Highlight 2: Sharjah Lights Festival. Pictures do this event better justice than do words.
|Sheikh Zayed Grand Mosque. Sublime.|
|The cook insisted I take his photograph. I was happy to oblige.|
|This food is to die for.|
|It's cool to have the future happen right in front of you|
But if you study abroad in the Middle East, here's what you will have. You will be able to take an long objective look at the entire Western World – Europe, North America, South America [to a degree], Australia / New Zealand, and arguably even some parts of the Pacific Rim. You will be able to question why you want the things that you want, why you're (likely) achievement-oriented and were encouraged to be throughout your life, and why you see the rest of the world in the way that you do. You'll probably see how media nearly always misrepresents unfamiliar faces and places, and you'll begin to awaken to a realization of the value of human interaction with people dramatically different than yourself. You'll learn how to live differently, instead of simply finding reinforcement in the continuation of the habits and customs that are already natural to you.
The honeymoon period is over for me here, and with it, I've tried to leave behind most of my desire to experience spectacle (a tourist attitude). Instead, I'm now looking to invest my time and energy into people and opportunities that offer a valuable, longer-term payoff. Last week, I attended the student fair and joined 11 clubs, including the American Cultural Club, for which I'm now the unofficial "Officer of Cultural Coordination." I've befriended the entire third floor of the CAAD (architecture, art, and design) building – as a finance student who has no classes there. I've already mentioned the track and field team, of course. And somehow, I'm walking around with a henna tattoo of my name in Armenian on my right forearm. This is AUS; anything is possible.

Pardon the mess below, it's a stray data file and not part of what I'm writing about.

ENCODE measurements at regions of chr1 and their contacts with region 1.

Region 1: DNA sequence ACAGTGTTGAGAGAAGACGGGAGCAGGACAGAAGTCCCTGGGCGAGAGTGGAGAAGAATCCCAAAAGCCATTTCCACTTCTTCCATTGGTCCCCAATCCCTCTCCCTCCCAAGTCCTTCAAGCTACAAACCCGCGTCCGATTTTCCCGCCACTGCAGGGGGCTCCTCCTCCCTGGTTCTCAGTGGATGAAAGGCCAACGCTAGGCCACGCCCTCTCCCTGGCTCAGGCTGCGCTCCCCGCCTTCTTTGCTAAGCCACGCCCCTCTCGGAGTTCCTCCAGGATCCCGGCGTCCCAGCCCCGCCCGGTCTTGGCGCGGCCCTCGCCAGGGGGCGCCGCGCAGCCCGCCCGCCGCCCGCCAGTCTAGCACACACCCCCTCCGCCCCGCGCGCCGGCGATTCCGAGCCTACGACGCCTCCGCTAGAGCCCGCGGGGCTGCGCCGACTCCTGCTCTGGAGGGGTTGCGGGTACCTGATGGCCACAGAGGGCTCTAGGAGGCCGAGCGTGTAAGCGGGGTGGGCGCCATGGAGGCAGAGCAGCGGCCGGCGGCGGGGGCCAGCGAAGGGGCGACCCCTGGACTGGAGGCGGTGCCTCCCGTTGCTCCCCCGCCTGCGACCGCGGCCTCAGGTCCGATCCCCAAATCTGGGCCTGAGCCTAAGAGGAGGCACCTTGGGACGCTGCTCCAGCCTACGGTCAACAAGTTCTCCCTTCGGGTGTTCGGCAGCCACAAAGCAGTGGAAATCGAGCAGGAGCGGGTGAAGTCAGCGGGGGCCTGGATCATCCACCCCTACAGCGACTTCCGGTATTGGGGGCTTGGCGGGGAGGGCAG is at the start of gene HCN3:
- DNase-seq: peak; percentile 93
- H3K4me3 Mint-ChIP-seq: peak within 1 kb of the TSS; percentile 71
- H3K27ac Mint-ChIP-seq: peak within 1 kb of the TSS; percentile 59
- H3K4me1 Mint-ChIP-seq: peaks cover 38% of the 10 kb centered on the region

Throughout it all, I strive to remain thankful for all these opportunities that are coming alive for me. Not every day is uniquely exciting. After all, I'm still a student; I still study. Yet a sense of purposefulness, of manifest destiny, exists here, permeating the very atmosphere and air I breathe. And I am addicted to it.
To borrow from Aristotle in closing: challenges are essential for human flourishing. Here, I embrace each one as it comes.
Yours until the end – Jon